On Wed, Jul 17, 2013 at 10:06 AM, Robert Hansen <email@example.com> wrote:
> > Primarily, because it isn't intuitive (at all) as an illustrative aid for > students learning volume and cubing. That is the reason it didn't nor will > ever catch on. > > It did catch on, in the 1900s, and there's a branch of mathematics exploring this new territory.
The tetrahedron (simplex) is a topologically minimum volume in having the fewest edges of any edge-built structure. The cube has 12 edges and 6 faces compared to the tetrahedron's inventory of 6 and 4.
For an alien civilization to think a topologically minimum volume could also serve as a unit of volume does not seem that far fetched -- great science fiction could be made from this.
The tetrahedron arises more naturally when you consider sphere packing, a topic that got a lot of attention in the 1900s as well, especially in n-dimensions.
Three spheres (equal radius) make a triangle (connect their centers) and a fourth sphere, nesting in the valley, above or below, makes a tetrahedron (connect centers again).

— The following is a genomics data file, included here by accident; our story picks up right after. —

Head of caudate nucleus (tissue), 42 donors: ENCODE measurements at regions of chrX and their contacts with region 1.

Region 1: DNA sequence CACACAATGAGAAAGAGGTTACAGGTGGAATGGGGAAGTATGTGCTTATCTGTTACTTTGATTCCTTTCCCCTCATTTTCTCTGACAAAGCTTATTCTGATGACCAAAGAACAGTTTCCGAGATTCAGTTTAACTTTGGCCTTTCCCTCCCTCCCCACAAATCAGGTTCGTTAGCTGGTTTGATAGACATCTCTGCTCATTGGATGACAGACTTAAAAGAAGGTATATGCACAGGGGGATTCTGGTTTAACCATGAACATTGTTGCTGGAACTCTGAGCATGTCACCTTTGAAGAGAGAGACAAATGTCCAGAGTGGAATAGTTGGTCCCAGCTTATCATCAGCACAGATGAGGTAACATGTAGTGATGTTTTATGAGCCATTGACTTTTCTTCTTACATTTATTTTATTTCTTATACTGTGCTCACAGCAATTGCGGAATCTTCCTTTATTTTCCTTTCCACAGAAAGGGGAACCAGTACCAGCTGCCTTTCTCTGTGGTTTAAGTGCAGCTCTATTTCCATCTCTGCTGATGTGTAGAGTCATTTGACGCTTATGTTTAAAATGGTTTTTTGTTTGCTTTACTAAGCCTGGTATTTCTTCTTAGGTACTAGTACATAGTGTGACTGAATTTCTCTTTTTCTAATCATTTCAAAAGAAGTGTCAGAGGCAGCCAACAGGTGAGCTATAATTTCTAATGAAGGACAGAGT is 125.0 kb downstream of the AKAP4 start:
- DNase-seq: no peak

That's the first time we get the edges to enclose a volume (the edges define an inside separated from an outside).
The octahedron we get, of four balls in a square, one above, one below, has a volume of 4, relatively speaking.
Young students have no problem with these concepts.
The tetrahedrons and octahedrons fill space together, to make even bigger tetrahedrons and octahedrons.
Playing with this skeleton is worthwhile because it's what we call the iso-matrix, also CCP and FCC (same thing).
It's of core significance in chemistry and crystallography, a kind of "holodeck". Molecules may be (are) defined with reference to it.
> But when its oblique coordinate system applies to a problem, then by all > means use it. Once you learn all the math to apply it. > > Bob Hansen > >